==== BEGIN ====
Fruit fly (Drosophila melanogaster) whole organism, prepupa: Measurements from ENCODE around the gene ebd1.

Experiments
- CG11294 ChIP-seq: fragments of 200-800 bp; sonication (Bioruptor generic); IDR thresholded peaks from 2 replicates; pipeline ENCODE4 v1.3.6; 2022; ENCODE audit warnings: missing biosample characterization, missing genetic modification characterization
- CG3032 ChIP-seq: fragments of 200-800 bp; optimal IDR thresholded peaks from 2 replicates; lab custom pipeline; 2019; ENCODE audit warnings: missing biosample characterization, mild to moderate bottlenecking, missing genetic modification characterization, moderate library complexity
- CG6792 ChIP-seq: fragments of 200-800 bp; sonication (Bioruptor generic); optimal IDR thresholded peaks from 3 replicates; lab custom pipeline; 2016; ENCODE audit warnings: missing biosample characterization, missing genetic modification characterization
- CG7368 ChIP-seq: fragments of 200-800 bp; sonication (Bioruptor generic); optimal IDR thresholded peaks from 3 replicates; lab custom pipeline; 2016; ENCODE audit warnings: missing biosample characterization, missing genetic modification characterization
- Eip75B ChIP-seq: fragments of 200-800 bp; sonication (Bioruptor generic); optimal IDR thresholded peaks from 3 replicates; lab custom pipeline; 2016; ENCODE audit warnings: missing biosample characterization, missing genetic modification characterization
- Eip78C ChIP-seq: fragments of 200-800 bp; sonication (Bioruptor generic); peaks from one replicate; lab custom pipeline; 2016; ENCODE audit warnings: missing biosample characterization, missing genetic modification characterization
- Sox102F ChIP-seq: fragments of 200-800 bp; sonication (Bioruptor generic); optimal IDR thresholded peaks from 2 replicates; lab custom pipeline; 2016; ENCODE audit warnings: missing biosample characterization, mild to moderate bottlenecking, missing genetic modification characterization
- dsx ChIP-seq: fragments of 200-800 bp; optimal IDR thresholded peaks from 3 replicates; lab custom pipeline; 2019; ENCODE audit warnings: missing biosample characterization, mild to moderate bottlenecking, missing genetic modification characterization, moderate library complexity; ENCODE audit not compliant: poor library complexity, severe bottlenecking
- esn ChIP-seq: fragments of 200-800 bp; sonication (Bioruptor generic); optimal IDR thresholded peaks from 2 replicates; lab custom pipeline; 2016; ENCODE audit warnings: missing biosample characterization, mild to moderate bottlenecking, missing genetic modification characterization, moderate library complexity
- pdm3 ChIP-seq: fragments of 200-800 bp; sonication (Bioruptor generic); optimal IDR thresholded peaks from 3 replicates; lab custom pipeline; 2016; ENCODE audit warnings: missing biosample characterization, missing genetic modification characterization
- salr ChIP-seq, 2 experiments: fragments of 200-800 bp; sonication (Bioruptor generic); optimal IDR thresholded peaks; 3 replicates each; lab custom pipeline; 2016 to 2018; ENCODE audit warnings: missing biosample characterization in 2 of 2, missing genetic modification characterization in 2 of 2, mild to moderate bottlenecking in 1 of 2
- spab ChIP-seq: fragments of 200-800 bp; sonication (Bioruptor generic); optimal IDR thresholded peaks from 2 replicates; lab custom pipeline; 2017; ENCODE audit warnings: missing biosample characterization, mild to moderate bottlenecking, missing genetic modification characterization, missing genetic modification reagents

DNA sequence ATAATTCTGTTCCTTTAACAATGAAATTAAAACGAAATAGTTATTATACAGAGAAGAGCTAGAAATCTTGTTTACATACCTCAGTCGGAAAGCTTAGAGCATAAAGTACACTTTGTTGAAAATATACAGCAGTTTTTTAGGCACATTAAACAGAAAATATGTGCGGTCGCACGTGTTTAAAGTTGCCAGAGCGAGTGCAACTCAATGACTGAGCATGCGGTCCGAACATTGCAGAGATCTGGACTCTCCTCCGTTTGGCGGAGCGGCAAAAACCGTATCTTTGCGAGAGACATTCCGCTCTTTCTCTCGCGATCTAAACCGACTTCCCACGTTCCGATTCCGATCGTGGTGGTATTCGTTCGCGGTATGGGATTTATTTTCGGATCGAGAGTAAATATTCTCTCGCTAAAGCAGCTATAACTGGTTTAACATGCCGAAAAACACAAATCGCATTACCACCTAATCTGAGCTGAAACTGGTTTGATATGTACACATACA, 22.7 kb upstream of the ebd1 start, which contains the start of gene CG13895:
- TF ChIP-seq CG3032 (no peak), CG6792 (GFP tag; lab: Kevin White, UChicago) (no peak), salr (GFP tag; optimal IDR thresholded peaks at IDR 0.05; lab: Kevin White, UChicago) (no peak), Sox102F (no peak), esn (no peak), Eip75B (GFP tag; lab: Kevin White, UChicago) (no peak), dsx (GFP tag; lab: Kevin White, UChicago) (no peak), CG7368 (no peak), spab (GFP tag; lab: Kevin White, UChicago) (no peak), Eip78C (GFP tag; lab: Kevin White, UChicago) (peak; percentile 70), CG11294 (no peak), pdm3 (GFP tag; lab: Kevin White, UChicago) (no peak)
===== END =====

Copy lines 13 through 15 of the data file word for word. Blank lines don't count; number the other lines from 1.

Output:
- salr ChIP-seq, 2 experiments: fragments of 200-800 bp; sonication (Bioruptor generic); optimal IDR thresholded peaks; 3 replicates each; lab custom pipeline; 2016 to 2018; ENCODE audit warnings: missing biosample characterization in 2 of 2, missing genetic modification characterization in 2 of 2, mild to moderate bottlenecking in 1 of 2
- spab ChIP-seq: fragments of 200-800 bp; sonication (Bioruptor generic); optimal IDR thresholded peaks from 2 replicates; lab custom pipeline; 2017; ENCODE audit warnings: missing biosample characterization, mild to moderate bottlenecking, missing genetic modification characterization, missing genetic modification reagents

DNA sequence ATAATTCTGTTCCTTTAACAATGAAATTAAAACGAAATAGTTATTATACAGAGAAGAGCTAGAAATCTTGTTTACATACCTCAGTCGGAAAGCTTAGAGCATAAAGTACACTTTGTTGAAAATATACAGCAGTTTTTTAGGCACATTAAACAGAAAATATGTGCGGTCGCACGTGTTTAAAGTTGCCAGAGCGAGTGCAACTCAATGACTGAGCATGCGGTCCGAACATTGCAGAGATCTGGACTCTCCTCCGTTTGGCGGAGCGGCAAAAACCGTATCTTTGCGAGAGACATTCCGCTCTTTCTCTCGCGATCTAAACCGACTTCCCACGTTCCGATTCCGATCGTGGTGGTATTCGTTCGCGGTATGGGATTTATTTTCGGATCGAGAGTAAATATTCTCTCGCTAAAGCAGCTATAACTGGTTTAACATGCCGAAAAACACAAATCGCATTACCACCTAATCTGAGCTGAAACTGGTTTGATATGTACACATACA, 22.7 kb upstream of the ebd1 start, which contains the start of gene CG13895: